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The Accessibility Top 10

How to ensure your emails are AODA compliant

As of January 1, 2021, all large organizations operating in Ontario had to ensure their web content met the accessibility standards established by the AODA (Accessibility for Ontarians with Disabilities Act), or face penalties. Your brand’s web team was likely prioritizing compliance through 2020.

But have you looked into the accessibility of your email communications? AODA may be silent on email, but as a key digital channel, it should be treated in the same spirit.

Accessibility is also good for business. With 1 in 5 Canadians reporting disabilities, and the numbers growing as our population ages, inaccessible content could be limiting your marketing reach.


Top 10 Email Accessibility Factors

AODA standards are based on the global standard for web accessibility – WCAG (Worldwide Web Council Accessibility Guidelines) 2.0, Level AA. We’ve interpreted the guidelines for the email channel and offer here our top 10 tips.

1. Use scalable fonts.

Fonts must be resizable up to 200% without loss of content or functionality. Experts recommend a minimum base font size of 14 px for standard text.

2. Minimize use of text in images.

Use text – not images of text – to convey essential information. Screen readers can’t interpret images and we shouldn’t rely only on alt text, which is intended to describe non-text content.

3. Ensure sufficient colour contrast.

When designs show text against a background, the minimum contrast ratio should be 4.5:1, or 3:1 for large-sized text. Use a contrast checker when unsure.

4. Make line height scalable.

Be sure that line height settings accommodate resized text. With the wrong settings, magnified text can overlap and become unreadable.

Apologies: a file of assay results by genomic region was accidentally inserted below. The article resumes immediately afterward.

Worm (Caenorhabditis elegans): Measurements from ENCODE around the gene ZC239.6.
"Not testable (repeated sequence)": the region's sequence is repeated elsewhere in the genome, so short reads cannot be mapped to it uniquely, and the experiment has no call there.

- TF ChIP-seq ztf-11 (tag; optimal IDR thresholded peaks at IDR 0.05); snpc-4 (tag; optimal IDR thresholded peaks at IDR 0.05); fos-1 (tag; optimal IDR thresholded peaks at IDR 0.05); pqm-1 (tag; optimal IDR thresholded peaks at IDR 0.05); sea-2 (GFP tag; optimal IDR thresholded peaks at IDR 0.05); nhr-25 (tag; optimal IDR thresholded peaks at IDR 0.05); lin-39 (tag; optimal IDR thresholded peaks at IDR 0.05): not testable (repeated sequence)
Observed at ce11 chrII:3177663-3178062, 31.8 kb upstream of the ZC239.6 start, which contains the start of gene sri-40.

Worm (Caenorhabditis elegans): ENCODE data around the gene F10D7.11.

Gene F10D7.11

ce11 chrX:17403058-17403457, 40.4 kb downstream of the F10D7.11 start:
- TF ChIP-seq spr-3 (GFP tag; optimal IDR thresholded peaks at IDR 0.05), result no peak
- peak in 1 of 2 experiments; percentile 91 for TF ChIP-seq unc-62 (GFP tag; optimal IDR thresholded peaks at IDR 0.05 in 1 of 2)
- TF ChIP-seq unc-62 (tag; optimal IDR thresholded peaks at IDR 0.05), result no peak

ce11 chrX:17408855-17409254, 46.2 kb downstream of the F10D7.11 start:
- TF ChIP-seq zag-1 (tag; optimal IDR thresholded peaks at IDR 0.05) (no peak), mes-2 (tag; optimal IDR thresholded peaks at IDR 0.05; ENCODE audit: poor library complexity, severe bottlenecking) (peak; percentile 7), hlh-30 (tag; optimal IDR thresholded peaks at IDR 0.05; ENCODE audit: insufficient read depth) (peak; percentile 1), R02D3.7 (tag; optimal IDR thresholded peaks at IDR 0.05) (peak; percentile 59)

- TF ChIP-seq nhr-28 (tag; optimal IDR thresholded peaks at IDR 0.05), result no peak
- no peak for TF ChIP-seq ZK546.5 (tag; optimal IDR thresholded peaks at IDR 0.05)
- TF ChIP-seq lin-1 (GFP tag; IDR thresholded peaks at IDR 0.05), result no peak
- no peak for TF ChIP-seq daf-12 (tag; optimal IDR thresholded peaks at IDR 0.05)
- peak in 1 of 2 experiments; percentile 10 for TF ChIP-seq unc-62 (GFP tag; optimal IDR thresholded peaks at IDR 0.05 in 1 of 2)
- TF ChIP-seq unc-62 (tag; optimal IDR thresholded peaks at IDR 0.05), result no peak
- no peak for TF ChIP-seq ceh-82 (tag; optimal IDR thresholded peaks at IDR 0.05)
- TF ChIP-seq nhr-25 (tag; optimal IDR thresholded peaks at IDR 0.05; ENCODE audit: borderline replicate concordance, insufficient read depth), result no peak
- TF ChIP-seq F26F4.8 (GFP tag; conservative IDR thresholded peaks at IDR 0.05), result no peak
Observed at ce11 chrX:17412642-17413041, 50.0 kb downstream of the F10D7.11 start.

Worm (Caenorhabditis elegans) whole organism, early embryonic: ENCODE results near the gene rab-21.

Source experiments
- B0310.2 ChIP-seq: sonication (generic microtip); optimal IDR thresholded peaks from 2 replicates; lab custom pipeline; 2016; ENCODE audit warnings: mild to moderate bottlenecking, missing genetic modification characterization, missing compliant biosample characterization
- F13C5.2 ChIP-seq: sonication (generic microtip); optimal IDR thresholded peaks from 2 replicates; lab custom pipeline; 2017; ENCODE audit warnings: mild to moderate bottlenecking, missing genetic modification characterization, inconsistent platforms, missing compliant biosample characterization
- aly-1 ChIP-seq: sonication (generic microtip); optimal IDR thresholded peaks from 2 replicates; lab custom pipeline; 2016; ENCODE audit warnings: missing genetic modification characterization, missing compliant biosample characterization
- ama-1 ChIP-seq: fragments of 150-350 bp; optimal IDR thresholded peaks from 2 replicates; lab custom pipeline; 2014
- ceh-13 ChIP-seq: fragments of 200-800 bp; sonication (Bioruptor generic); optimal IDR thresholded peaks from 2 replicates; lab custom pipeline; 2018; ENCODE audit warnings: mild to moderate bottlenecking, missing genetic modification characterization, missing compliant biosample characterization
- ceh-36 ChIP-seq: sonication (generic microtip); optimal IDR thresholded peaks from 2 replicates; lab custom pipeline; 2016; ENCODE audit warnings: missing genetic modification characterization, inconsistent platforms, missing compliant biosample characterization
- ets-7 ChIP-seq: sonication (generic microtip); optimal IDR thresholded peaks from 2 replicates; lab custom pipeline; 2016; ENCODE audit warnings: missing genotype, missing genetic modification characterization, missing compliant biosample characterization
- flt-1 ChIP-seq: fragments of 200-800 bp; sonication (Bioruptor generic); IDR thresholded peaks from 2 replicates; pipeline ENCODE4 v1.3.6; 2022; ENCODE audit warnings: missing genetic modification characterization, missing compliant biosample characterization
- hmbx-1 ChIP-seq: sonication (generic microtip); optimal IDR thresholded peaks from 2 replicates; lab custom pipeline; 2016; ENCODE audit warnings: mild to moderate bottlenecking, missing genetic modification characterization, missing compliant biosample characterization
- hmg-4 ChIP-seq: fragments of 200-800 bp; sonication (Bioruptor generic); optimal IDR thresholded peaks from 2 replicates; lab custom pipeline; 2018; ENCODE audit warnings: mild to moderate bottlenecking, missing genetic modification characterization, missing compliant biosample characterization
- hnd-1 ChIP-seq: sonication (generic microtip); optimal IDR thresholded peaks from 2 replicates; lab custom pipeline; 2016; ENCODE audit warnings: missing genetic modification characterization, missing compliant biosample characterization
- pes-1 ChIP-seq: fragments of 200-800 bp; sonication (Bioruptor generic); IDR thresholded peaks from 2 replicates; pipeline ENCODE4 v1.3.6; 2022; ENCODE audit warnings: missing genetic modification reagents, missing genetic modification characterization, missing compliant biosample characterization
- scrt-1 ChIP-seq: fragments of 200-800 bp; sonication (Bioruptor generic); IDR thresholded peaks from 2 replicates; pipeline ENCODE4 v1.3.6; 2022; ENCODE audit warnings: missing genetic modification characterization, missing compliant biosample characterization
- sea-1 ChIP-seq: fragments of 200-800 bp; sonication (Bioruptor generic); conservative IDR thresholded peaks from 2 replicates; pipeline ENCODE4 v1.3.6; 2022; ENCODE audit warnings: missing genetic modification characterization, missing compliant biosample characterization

5. Make links accessible.

Using colour to mark hyperlinks isn’t sufficient for people with visual impairments or colour blindness. Always underline clickable text.

6. Structure information logically.

Recognize that screen readers will scan the email code sequentially, and present all information with the same weight. Help improve that experience by structuring information logically.

7. Use descriptive alt text for images.

Text in alt tags is picked up by screen readers so that visually impaired readers can glean the meaning of an image. Write alt text thoughtfully so that it adds value and context. Keep the tag text to less than 125 characters.

Pro tip: Streamline for screen readers. If an image is for decoration only, code the alt tag as blank (alt= “”). And, avoid repeating information in an alt tag that also appears in the email text.

8. Design for sharp image resolution.

When designing for email, ensure that the creative layout is at least double the size of the email. For example, for an email that is 600 px wide, you should design to 1200 px. When the image is sized down in development you’ll have high quality resolution.

9. Use semantic code.

Include tags to indicate headers and paragraphs so that users of screen readers can better understand the flow of the email.

10. Set presentation roles.

Unless tables are set to role=“presentation”, screen readers will read out the table’s HTML code – a confusing experience for the user. Set the role properly so only the table’s content is read out.


This list is not exhaustive. There are many other ways to improve accessibility once we “get under the hood” of email designs.

As CRM specialists, we spend so much time getting the right content to the right customers. But all that is for naught if our email design or coding pose barriers to basic communication. Accessibility is not just the law – it’s the right thing to do, for customers and the brands trying to reach them.


If you’re unsure whether your emails would meet AODA standards, or need help making them so, please reach out to your Account Lead or email us at

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